For sake of stability, Iraq will need direct elections

The enthusiasm generated by the Democratic primaries in Iowa and New Hampshire is a testament to our nation’s commitment to democracy, yet the epic battles of polemic and policy pale in comparison to the real struggle for democracy half-way around the globe. In Iraq, the future of political freedom is hardly sealed — a loss in this race won’t result in a cushy consultant job and a lucrative book deal. Failure assures chaos, violence and tyranny.

Power will begin to devolve to the Iraqi people in the coming year, however the method of attaining self-government, whether through appointed caucuses or open elections, is yet undecided. The current U.S. plan centers on the hand selection of “notable Iraqis from a broad swathe of political views” to attend a national caucus that will elect a legislature and draft an Iraqi constitution. The “democracy” of the proposed “caucus” plan is a farce — at least in Iowa the citizens could vote; there is no vote in this caucus. If the ostensible goal of the American intervention was to liberate and empower the Iraqi people, it must now be carried through to its logical conclusion: free and untainted elections.

In many ways, the fate of 24 million Iraqis rests in the hands of one man — a decidedly undemocratic principle. His hoary beard and bushy brows set beneath a black turban bear a striking resemblance to another Shi’i cleric, the late Ayatollah Khomeini of Iran. Ayatollah Ali Al-Sistani has emerged as the leader of Iraq’s long-repressed Shi’i majority, who now, after centuries of marginalization despite their overwhelming numbers, thirst for a stake in the political future of their country.

As plans for the reconstruction of Iraq are drawn up in the offices of the Pentagon and the State Department, al-Sistani has entered into the picture as a formidable voice, demanding direct elections immediately: “No one has the right to appoint the members of the constitutional assembly. We see no alternative but to go back to the people for choosing their representatives.”

His fatwa or legal opinion takes direct aim at the American caucus proposal. Most U.S. officials claim that Iraq is simply not ready for elections: there are no verifiable forms of voter identification and violence is still rampant. The real reluctance, however, stems from fear — the fear of relinquishing control into the hands of an overwhelming Shi’i political influence. A Shi’i majority could institute an intensely Islamic code of law, undermining plans for secular rule; it could marginalize the Sunnis and Kurds in retribution; worse still, a Shi’i government could ally with Iran and undermine the entire region’s stability.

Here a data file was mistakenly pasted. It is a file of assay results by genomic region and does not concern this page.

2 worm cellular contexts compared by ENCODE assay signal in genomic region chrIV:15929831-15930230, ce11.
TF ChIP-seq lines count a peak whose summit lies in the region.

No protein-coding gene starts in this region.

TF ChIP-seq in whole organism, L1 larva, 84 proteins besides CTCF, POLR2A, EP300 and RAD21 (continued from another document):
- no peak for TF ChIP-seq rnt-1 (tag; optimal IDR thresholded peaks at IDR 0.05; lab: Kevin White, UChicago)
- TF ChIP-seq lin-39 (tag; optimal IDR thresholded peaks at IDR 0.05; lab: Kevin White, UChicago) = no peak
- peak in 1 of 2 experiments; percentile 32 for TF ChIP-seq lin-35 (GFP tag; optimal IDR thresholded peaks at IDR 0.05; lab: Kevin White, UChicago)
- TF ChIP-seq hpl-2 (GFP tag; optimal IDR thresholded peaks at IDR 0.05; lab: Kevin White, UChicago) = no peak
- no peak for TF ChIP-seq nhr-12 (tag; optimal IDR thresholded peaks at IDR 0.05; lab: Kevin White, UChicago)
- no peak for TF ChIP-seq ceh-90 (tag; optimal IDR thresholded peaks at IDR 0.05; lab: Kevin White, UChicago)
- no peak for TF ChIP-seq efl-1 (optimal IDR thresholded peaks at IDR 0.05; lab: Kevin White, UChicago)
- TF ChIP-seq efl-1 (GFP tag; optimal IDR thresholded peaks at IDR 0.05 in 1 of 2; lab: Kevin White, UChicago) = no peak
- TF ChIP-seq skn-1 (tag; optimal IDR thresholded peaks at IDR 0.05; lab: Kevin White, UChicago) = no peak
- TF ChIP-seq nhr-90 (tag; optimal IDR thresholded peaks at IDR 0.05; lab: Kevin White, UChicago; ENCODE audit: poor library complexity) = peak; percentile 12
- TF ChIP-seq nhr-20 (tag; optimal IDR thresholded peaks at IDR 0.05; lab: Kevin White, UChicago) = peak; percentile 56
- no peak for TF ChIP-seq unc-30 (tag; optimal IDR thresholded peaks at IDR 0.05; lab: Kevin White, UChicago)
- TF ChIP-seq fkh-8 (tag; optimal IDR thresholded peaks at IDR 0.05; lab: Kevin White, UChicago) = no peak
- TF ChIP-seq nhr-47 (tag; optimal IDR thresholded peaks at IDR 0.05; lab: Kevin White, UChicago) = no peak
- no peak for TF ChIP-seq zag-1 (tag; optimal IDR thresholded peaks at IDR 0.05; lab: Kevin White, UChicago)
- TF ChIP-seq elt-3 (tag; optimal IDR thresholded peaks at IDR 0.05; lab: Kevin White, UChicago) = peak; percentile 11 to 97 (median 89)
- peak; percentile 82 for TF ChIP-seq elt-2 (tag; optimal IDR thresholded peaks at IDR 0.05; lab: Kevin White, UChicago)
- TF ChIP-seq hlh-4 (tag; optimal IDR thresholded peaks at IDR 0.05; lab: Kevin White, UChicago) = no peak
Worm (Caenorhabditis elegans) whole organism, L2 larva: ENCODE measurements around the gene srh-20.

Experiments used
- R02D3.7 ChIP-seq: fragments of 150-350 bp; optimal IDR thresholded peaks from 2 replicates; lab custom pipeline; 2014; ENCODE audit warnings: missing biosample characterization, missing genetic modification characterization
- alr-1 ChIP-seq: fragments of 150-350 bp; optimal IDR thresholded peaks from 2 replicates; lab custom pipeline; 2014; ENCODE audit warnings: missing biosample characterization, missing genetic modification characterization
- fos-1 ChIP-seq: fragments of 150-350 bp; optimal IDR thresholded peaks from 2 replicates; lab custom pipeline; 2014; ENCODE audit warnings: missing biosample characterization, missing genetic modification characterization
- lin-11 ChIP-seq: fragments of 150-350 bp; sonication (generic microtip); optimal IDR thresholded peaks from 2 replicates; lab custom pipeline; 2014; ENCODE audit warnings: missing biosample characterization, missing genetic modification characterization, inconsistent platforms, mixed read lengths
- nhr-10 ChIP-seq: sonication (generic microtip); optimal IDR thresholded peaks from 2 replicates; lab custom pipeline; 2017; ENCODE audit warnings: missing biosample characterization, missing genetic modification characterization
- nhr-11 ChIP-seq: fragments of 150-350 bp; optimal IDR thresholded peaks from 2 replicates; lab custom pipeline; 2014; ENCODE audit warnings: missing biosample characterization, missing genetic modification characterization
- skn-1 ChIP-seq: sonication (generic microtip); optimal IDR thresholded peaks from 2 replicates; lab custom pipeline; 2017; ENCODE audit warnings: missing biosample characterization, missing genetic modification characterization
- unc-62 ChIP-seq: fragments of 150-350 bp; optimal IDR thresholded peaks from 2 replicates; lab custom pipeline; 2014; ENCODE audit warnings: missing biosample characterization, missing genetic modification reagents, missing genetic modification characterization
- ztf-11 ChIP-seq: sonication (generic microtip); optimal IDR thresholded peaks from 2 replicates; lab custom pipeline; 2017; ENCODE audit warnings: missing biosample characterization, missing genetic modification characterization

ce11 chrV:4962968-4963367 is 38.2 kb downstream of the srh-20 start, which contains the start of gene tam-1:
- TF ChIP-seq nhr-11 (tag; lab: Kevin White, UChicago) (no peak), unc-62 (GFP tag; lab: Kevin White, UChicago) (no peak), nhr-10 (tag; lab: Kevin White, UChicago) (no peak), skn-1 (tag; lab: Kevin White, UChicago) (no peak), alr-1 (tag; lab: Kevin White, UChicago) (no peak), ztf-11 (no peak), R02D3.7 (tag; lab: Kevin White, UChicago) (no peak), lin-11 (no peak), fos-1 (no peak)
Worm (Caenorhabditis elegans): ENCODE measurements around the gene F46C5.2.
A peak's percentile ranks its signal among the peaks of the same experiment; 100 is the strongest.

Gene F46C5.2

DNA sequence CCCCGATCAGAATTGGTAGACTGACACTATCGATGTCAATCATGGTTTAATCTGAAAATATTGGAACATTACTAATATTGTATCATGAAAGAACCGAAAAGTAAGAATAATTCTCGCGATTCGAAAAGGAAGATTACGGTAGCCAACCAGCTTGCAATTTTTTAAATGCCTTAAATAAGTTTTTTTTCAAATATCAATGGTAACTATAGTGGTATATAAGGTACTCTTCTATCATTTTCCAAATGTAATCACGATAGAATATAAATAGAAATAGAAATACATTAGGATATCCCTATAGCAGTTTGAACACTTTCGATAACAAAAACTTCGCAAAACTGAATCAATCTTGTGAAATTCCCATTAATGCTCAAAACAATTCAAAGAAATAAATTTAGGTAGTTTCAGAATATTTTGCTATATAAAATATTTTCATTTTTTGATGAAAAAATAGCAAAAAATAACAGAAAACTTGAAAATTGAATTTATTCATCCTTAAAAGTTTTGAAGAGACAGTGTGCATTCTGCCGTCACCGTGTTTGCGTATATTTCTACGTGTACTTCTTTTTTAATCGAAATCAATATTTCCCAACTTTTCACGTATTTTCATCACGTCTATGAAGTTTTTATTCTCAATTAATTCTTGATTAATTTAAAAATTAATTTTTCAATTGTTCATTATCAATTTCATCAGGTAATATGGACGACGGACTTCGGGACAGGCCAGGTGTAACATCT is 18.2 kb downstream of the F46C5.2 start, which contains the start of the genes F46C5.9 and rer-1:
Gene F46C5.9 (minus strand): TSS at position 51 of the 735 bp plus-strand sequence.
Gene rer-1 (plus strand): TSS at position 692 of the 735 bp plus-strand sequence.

Like Khomeini, al-Sistani is in touch with the pulse of the clamoring Shi’as. As the United States painfully learned in 1979, a popular cleric is not to be underestimated. Swiftly and without so much as bullet shot, the Ayatollah Ruhallah Khomeini usurped the Shah, promising prosperity, freedom from the evils of Western influence, and a return to Persian glory. His promises went unfulfilled. Twenty-five years later, Iran, under the leadership of Khomeini’s successor, Ali Khameini, chafes under the yoke of an oppressive Islamic republic and yearns for liberation.

The United States is appropriately wary of al-Sistani’s intentions and is determined not to repeat the mistakes of the past. The investment is too large, the stakes are too high, and the balance too tenuous to allow Iraq to slip into the hands of an autocratic regime once again.

But if there is any comforting news from Iraq, it is this: the man who controls his country’s future has no outward signs of political ambition. The Ayatollah al-Sistani is no Khomeini. Al-Sistani openly opposed Khomeini’s bastardization of Islam, specifically criticizing Khomeini’s belief in the “supreme guidance” of the ignorant and morally weak masses. Islam is a religion that stresses individual responsibility, and the Shi’i branch in particular has been divorced from wielding temporal power. If al-Sistani remains true to his roots, he will only offer nonbinding legal opinions and remain distant from direct involvement Iraq’s government; all indications show that he will.

If for no other reason than the fact that he commands the respect of most Iraqis, Ayatollah al-Sistani should be courted, not feared. He also happens to be in the right. If the future Iraqi government is tainted with charges of puppetry, a democratic regime is destined to last for no more than a day. The United States will inevitably have to grant Iraq its complete independence, leaving its future up to the will of the majority.

Islamic Jihadists and former Baathists, invigorated by the scent of blood, circle, patiently waiting for the opportune moment to crumble the fragile Iraqi provisional government. But the greatest danger lies not in these acts of the few — rather, in the interests of the many. The Shi’i, Sunni and Kurdish composition of the country is steeped in mutual distrust and an unwillingness to cede political authority.

Agreeing to Al-Sistani’s direct elections is the first step in achieving a legitimate form of democratic government capable of rising above the intense nationalism of Iraq’s three major religious and ethnic groups. This nationalism must be channeled into a more progressive vision of a nation that encompasses all factions but yields to none.



Keith Urbahn is a sophomore in Saybrook College.

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